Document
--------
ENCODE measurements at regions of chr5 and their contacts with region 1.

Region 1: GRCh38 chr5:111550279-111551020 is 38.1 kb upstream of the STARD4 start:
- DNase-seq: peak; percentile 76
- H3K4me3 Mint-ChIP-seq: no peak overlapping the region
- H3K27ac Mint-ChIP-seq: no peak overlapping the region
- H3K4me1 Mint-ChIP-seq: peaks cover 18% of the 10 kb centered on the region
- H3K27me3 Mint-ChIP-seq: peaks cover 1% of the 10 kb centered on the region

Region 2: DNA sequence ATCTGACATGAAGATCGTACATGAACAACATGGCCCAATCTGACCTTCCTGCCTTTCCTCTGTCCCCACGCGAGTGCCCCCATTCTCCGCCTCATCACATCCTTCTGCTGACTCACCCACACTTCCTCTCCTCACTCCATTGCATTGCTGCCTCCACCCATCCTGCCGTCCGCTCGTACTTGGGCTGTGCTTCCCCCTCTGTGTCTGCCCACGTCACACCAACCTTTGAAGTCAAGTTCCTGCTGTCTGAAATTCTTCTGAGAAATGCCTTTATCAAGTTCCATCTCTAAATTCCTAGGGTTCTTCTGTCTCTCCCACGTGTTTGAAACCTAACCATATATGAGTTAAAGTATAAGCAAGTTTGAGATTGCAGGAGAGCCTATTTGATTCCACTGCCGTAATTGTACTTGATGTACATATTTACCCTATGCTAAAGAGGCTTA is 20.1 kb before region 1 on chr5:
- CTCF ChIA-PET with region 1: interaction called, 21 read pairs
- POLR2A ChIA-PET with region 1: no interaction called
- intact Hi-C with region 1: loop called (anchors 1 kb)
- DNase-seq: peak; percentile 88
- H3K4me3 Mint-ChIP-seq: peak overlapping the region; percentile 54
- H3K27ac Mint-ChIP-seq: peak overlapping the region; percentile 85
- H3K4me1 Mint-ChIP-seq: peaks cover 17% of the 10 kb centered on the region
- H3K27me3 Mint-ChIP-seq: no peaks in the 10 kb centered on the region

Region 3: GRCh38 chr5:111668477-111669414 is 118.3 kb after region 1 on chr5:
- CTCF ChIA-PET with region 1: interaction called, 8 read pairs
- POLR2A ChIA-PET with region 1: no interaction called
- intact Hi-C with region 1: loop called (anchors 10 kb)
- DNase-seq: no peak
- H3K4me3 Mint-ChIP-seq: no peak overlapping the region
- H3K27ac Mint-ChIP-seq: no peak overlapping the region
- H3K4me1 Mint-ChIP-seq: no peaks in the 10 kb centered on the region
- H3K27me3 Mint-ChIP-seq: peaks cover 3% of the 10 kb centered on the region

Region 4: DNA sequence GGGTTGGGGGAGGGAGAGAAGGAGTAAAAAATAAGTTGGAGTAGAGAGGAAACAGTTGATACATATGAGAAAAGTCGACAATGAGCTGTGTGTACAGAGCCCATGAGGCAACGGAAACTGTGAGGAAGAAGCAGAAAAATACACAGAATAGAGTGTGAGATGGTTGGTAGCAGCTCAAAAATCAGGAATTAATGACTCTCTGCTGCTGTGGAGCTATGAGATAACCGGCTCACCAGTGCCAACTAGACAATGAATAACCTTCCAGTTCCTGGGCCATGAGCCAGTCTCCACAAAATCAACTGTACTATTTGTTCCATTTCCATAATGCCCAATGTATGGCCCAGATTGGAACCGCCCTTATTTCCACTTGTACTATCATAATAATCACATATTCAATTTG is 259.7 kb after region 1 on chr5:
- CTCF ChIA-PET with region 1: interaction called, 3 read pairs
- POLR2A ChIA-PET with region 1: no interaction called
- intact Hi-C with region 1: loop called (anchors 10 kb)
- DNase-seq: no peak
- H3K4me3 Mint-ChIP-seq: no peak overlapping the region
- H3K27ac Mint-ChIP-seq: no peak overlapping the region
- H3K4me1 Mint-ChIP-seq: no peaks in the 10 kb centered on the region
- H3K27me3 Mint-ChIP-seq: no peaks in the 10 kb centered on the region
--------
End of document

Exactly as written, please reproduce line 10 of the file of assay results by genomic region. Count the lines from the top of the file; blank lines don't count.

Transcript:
- POLR2A ChIA-PET with region 1: no interaction called